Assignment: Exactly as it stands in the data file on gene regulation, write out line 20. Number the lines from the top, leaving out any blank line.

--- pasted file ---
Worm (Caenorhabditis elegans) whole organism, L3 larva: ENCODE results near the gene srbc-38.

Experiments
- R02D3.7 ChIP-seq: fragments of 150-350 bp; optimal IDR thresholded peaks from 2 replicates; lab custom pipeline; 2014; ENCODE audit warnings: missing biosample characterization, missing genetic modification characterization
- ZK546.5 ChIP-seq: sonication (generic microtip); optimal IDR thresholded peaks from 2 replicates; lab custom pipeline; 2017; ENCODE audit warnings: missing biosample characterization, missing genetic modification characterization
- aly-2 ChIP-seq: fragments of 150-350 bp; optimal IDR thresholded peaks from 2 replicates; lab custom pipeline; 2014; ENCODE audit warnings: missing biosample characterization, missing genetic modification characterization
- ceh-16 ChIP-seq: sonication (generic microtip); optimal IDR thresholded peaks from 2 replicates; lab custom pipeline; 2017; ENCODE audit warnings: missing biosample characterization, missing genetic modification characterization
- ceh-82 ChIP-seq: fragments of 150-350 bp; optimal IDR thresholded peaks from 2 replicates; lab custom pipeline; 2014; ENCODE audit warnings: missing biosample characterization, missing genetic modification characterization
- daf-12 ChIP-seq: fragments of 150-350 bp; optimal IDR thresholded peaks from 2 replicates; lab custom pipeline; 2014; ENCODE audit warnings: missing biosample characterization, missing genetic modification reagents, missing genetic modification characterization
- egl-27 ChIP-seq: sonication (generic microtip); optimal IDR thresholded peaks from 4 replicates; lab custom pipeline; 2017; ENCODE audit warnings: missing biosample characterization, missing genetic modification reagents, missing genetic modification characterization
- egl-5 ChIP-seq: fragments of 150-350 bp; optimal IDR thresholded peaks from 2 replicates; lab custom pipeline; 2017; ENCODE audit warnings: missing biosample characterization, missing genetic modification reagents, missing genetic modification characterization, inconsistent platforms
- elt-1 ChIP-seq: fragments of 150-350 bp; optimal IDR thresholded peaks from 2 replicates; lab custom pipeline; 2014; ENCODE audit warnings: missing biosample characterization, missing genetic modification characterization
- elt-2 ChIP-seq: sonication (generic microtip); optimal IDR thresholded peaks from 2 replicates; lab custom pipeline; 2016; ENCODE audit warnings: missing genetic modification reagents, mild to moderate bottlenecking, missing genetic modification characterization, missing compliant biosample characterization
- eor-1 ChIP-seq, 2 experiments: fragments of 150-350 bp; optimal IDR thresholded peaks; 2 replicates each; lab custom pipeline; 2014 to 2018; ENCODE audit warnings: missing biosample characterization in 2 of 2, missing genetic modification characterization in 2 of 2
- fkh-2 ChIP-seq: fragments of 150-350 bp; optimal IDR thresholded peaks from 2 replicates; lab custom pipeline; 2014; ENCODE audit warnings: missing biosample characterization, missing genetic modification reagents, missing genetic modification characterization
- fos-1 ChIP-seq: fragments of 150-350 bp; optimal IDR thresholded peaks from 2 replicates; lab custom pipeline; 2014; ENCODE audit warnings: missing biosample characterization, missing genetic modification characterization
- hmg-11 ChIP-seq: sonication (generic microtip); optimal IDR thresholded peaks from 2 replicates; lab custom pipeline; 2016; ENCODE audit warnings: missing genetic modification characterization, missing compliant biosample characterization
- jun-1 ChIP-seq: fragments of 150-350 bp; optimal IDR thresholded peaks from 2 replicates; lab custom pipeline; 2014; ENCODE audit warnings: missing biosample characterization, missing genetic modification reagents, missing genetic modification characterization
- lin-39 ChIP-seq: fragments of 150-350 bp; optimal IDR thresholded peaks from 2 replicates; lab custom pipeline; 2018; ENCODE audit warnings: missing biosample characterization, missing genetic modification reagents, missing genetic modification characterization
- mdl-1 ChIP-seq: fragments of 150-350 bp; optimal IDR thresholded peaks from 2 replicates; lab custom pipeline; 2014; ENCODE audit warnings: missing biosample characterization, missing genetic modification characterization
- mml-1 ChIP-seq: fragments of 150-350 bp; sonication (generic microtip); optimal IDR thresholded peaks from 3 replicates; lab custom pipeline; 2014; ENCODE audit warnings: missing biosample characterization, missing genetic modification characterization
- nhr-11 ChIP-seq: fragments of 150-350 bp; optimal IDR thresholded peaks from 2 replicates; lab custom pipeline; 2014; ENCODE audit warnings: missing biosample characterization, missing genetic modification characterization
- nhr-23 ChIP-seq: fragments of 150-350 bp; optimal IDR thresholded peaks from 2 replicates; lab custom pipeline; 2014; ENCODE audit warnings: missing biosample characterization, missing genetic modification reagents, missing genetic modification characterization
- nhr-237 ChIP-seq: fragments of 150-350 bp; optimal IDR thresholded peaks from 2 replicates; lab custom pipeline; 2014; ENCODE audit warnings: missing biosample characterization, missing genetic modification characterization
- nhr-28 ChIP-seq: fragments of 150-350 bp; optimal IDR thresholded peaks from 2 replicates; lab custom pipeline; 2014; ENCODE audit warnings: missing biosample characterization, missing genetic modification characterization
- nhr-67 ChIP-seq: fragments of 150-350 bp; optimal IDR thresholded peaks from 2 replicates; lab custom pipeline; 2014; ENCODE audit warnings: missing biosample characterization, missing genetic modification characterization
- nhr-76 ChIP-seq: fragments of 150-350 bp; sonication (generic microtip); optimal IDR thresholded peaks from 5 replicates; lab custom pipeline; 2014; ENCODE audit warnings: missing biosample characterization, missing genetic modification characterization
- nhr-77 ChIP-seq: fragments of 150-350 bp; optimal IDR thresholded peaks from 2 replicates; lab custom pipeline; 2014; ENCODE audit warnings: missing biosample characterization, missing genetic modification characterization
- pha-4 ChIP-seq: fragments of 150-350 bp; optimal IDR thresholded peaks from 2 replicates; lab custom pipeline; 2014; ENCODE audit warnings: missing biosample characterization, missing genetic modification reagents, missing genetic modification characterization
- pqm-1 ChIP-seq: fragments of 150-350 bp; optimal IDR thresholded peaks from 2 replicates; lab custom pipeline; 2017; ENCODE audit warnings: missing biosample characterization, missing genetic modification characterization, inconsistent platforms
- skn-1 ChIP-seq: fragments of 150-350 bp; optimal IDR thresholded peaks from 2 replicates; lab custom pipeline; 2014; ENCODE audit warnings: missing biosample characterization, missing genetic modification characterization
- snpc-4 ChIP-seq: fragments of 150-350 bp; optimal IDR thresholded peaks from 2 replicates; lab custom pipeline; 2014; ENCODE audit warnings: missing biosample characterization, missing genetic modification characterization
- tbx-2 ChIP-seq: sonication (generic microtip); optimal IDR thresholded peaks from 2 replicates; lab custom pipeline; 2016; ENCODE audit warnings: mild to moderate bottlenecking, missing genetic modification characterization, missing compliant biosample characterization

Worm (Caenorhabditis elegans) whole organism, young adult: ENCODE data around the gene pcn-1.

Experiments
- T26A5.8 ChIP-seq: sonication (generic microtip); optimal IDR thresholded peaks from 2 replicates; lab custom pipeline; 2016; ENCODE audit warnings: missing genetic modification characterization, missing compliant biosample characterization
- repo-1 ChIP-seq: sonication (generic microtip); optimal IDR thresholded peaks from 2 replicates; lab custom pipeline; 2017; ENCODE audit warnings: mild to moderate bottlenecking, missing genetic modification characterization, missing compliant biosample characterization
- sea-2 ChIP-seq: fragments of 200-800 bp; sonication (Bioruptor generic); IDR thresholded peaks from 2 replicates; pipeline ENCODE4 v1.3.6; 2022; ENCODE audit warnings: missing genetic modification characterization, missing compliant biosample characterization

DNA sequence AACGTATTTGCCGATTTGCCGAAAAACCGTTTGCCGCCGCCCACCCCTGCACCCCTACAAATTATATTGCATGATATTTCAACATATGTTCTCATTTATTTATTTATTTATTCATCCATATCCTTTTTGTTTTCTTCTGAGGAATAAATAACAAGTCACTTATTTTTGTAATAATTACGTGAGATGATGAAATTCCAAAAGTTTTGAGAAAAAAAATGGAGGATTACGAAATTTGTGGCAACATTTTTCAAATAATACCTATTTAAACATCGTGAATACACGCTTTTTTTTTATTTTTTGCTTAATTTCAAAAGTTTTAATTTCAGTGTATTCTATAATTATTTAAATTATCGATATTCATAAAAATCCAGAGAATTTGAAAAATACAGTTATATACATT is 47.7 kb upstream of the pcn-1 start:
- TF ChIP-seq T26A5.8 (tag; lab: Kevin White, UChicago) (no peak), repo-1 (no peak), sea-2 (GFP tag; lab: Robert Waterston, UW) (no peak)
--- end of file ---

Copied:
- mml-1 ChIP-seq: fragments of 150-350 bp; sonication (generic microtip); optimal IDR thresholded peaks from 3 replicates; lab custom pipeline; 2014; ENCODE audit warnings: missing biosample characterization, missing genetic modification characterization